“Each year, summer sees us transform the library for our summer reading program,” she said. “In 2018, we rocked around the world exploring sound, music, stories, instruments and art from six continents.” Twenty-one children signed up for that program that was done in collaboration with Rock Cave Elementary School. Twelve successfully completed the program and 659 books were read.

“Overall, we had 58 children’s programs that served 421 children, 291 adults or 712 people all together,” she said.

Adult programming was not as strong in 2018.

“In addition to busy lives and family obligations, the drawback to an effective, successful adult programming remains safe reliable child care,” Williams said. ” The current layout and available space in the library hinder participation for some of our regular users who don’t have access to child care. We have applied for the Small Libraries Create Smart Spaces grant to help in that transformation.”

The grounds of the park and library are also being improved.

“The Story Trail which we installed in 2016 remains a popular attraction particularly for families,” Williams said. “It’s getting a facelift this winter with new paint, Velcro and posts to prepare it for an opening in March weather permitting. It’s popularity has led us to consider developing additional trails for walking or biking in the recently logged areas on the Curry property.”

Other upcoming projects include remarking the Curry property line, renovating the restrooms to mitigate the flood damage and building a space capsule for the summer reading program.

The library also serves as an office for the campground and property.

“We issued 42 hunting permits this year and that’s showing a downward trend over the past three years,” she said. “Fewer people are seeking permits to hunt. Most of our hunters are coming from Fairmont area.”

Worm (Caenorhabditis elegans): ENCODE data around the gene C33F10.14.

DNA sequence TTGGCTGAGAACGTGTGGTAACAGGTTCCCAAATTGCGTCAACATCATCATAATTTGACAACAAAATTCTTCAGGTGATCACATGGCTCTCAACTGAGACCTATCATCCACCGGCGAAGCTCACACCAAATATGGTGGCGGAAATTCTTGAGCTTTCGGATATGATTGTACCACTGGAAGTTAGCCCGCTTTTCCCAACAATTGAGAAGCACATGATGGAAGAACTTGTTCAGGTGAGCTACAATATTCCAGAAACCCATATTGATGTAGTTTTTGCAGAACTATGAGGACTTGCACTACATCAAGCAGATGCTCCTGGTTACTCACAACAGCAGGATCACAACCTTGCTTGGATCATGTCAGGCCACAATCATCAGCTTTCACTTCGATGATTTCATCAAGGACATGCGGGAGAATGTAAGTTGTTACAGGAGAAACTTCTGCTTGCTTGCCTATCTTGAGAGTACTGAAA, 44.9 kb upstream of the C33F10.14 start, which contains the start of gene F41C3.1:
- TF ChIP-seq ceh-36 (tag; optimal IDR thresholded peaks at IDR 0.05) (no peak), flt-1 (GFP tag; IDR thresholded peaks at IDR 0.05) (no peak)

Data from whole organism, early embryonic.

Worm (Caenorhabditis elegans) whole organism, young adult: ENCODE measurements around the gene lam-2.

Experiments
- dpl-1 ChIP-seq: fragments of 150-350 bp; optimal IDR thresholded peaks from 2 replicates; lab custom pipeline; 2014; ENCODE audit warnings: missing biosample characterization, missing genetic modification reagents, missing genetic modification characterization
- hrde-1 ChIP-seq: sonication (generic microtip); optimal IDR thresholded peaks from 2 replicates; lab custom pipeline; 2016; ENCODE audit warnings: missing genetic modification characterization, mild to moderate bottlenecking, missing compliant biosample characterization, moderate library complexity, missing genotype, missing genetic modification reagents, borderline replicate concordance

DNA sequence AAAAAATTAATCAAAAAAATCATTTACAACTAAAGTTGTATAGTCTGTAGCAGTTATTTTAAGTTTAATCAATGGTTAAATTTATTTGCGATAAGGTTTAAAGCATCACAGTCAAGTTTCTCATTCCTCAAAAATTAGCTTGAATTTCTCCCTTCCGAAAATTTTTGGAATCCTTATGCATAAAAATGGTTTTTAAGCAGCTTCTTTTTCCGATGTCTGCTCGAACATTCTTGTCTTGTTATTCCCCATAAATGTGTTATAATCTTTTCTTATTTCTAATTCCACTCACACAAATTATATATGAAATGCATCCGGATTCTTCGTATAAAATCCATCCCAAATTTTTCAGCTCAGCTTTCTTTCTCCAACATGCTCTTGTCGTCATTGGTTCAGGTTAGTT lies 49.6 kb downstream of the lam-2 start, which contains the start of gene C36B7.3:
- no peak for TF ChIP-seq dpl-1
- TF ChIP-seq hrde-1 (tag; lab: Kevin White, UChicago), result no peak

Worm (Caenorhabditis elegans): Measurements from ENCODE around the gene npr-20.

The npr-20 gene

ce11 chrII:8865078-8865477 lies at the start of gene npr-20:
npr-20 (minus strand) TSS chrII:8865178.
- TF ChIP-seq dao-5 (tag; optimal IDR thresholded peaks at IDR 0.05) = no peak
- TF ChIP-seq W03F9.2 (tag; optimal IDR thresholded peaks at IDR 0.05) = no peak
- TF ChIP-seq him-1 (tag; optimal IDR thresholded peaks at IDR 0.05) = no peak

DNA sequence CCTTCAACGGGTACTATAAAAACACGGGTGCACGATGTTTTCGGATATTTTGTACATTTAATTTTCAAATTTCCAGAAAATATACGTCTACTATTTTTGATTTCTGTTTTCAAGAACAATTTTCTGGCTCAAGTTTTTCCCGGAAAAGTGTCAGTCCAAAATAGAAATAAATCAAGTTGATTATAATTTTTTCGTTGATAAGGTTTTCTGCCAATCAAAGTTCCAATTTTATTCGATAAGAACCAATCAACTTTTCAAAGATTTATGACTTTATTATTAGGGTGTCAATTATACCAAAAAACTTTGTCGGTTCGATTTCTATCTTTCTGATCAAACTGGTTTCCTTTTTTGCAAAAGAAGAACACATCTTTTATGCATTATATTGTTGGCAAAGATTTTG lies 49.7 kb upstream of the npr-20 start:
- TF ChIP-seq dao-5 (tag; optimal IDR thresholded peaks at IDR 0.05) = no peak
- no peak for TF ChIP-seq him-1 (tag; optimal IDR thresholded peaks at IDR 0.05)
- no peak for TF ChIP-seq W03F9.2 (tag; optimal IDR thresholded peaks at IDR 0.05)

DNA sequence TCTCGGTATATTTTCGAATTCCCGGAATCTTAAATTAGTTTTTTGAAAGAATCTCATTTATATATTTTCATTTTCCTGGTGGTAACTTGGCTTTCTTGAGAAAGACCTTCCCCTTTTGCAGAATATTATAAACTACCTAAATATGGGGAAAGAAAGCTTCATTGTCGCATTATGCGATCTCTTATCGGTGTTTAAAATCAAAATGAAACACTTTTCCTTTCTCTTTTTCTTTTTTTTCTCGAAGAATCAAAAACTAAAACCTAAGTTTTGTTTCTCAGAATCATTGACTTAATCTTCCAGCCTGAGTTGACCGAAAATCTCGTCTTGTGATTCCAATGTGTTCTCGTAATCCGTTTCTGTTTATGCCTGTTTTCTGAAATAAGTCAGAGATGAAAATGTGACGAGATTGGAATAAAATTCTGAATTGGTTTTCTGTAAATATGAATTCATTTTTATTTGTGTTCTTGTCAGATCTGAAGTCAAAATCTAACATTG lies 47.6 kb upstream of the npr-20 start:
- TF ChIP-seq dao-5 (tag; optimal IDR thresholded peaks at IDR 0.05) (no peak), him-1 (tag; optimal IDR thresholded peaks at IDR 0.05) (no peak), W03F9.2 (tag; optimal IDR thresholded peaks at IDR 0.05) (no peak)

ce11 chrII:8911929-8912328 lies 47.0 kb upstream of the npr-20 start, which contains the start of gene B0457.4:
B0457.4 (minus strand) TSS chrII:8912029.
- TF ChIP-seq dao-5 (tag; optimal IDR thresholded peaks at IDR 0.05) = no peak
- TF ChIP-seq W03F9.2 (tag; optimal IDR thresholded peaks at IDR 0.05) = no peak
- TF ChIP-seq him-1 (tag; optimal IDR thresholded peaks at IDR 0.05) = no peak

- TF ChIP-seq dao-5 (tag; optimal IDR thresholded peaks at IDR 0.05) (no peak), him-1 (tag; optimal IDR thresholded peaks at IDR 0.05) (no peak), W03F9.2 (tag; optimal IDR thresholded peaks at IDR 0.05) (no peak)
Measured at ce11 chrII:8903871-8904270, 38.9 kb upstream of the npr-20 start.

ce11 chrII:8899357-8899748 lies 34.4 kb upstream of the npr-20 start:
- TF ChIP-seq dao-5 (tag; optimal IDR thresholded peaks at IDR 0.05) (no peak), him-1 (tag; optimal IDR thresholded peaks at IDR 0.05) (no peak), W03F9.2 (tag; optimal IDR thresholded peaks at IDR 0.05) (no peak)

Buckhannon has the second highest number of hunters.

Despite a wet summer, 49 campers spent 135 nights at the campground.

“Most of our campers are from Buckhannon with Grantsville and Grafton following in second and third,” she said.

In 2016, the park raised campground fees.

“It seems to be holding its own and continuing with fewer issues and decreased vandalism than we experienced back in 2015,” she said. “I frequently hear compliments regarding the manner of upkeep and the condition of the grounds and how good everything looks out there,” she said. “We have Jonathan Freeman’s diligence and hard work to thank for that.”

Wanting to entice campers inside the library to check out the offerings has led them to purchase a Roku TV.

“Hopefully people will come up, enjoy the air conditioning and spend some time in the library,” Williams said.

The James W. Curry Public Library has expanded its community presence through collaborations.

“We sought to transform our role and presence in the community through outreach,” Williams said.

To this end, Williams has collaborated with Rock Cave Elementary for a field trip, the Selbyville Volunteer Fire Department for a “Harry Potter” event, had a presence at the bluegrass festival and annual Brooks Hill Community Fair, handed out treats and books for Trick-or-Treat and had a table at the West Virginia Strawberry Festival in Buckhannon.

All of the children’s programming takes funding and the James W. Curry Public Library and Park advisory board created a fundraising committee in 2018 that is chaired by county administrator Carrie Wallace.

So far, two raffles were held including a Library Lovers quilt and a Lego white board. The committee is also exploring more grant opportunities.

“For a small rural, logistically challenged library we are holding our own,” she said. “We are rather like a chrysalis about to transform into a beautiful butterfly. We are thinking forward and looking for ways to turn Curry library into a focal point for the community with a well-groomed collection, a vigorous program schedule facilities for creative learning and technologically on par with other libraries in West Virginia.”

Commissioner Terry Cutright told Williams, “You said you had a great community up there. I’m sure they agree that they have a great community with a great librarian. You have done a great job.”

Commission president Sam Nolte added, “Your creativity on your programming and all the events you have made available for all ages is very impressive. You do a terrific job.”